(This article belongs to the Special Issue Fish Mucosal Physiology and Immunology)
Show Figures

Figure 1

Article
Stress Impairs Skin Barrier Function and Induces α2-3 Linked N-Acetylneuraminic Acid and Core 1 O-Glycans on Skin Mucins in Atlantic Salmon, Salmo salar
Int. J. Mol. Sci. 2021, 22(3), 1488; https://0-doi-org.brum.beds.ac.uk/10.3390/ijms22031488 - 02 Feb 2021
Cited by 1 | Viewed by 870
Abstract
The skin barrier consists of mucus, primarily comprising highly glycosylated mucins, and the epithelium. Host mucin glycosylation governs interactions with pathogens and stress is associated with impaired epithelial barrier function. We characterized Atlantic salmon skin barrier function during chronic stress (high density) and [...] Read more.
The skin barrier consists of mucus, primarily comprising highly glycosylated mucins, and the epithelium. Host mucin glycosylation governs interactions with pathogens and stress is associated with impaired epithelial barrier function. We characterized Atlantic salmon skin barrier function during chronic stress (high density) and mucin O-glycosylation changes in response to acute and chronic stress. Fish held at low (LD: 14–30 kg/m3) and high densities (HD: 50-80 kg/m3) were subjected to acute stress 24 h before sampling at 17 and 21 weeks after start of the experiment. Blood parameters indicated primary and secondary stress responses at both sampling points. At the second sampling, skin barrier function towards molecules was reduced in the HD compared to the LD group (Papp mannitol; p < 0.01). Liquid chromatography–mass spectrometry revealed 81 O-glycan structures from the skin. Fish subjected to both chronic and acute stress had an increased proportion of large O-glycan structures. Overall, four of the O-glycan changes have potential as indicators of stress, especially for the combined chronic and acute stress. Stress thus impairs skin barrier function and induces glycosylation changes, which have potential to both affect interactions with pathogens and serve as stress indicators. Full article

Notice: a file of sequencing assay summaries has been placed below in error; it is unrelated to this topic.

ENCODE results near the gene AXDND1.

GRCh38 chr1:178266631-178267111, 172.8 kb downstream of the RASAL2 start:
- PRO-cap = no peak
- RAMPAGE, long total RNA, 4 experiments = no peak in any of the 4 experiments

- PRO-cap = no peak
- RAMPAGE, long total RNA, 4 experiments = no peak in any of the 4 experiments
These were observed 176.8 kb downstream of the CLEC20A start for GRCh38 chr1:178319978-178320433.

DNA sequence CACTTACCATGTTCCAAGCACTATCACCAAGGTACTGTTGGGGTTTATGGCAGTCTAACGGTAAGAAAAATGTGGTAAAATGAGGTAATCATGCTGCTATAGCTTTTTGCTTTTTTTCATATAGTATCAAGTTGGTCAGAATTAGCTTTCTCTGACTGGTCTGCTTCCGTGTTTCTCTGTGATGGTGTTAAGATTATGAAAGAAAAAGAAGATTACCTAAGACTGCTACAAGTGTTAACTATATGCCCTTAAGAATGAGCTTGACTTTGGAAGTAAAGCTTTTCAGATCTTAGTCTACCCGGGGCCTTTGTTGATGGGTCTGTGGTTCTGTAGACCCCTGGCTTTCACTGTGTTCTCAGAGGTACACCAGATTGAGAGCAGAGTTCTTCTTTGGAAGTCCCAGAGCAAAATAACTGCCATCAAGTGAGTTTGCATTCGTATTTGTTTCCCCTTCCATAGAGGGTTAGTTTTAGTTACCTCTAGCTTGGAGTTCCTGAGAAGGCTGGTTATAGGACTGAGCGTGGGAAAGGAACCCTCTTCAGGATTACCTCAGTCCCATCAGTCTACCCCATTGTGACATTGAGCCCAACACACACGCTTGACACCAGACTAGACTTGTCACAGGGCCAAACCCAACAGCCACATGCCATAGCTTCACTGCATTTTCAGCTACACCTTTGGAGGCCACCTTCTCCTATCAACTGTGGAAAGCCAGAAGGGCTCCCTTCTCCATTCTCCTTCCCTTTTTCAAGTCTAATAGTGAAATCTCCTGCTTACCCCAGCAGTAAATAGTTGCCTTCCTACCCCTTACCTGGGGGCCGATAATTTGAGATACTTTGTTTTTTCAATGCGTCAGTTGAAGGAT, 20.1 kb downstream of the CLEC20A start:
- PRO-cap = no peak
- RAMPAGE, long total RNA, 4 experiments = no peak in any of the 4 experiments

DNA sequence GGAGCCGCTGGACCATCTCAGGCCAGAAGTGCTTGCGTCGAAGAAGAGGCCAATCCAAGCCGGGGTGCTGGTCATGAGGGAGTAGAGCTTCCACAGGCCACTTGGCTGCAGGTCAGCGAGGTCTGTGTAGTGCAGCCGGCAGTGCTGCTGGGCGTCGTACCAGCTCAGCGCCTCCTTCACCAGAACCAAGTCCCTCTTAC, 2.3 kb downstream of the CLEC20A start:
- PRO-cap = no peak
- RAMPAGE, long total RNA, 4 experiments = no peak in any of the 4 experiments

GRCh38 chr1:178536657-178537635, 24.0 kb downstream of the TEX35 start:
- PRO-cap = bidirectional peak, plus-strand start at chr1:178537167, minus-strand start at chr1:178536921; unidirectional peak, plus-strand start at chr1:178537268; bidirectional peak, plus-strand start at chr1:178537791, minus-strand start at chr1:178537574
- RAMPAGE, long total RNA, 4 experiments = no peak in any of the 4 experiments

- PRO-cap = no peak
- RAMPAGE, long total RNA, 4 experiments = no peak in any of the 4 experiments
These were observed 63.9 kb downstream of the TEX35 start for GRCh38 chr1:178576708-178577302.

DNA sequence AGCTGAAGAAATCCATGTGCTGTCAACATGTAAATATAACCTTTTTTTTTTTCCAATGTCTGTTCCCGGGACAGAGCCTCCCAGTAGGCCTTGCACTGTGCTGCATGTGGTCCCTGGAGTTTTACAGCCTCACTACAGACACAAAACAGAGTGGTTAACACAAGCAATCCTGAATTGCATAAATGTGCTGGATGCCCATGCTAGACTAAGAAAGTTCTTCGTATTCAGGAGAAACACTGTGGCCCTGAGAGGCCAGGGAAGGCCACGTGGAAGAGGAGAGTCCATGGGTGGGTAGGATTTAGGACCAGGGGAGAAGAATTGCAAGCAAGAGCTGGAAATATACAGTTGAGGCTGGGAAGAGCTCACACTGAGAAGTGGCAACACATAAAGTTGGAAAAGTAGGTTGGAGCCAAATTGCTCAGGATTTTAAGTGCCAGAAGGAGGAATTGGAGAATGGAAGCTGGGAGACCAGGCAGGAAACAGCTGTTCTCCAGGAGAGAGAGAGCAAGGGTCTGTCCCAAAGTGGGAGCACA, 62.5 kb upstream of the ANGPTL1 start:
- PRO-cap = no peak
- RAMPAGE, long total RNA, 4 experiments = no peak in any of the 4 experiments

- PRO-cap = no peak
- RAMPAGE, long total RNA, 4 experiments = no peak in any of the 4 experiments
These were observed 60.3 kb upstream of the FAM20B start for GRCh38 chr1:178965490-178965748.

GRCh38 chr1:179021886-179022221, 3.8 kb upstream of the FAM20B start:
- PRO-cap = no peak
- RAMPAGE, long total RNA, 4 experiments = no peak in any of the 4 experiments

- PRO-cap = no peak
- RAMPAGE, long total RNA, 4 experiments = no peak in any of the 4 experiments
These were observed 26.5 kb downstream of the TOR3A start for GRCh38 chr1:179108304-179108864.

(This article belongs to the Special Issue Fish Mucosal Physiology and Immunology)
Show Figures

Graphical abstract

Article
Comparison of Circulating Markers and Mucosal Immune Parameters from Skin and Distal Intestine of Atlantic Salmon in Two Models of Acute Stress
Int. J. Mol. Sci. 2021, 22(3), 1028; https://0-doi-org.brum.beds.ac.uk/10.3390/ijms22031028 - 21 Jan 2021
Cited by 1 | Viewed by 896
Abstract
Ensuring salmon health and welfare is crucial to maximize production in recirculation aquaculture systems. Healthy and robust mucosal surfaces of the skin and intestine are essential to achieve this goal because they are the first immunological defenses and are constantly exposed to multistressor [...] Read more.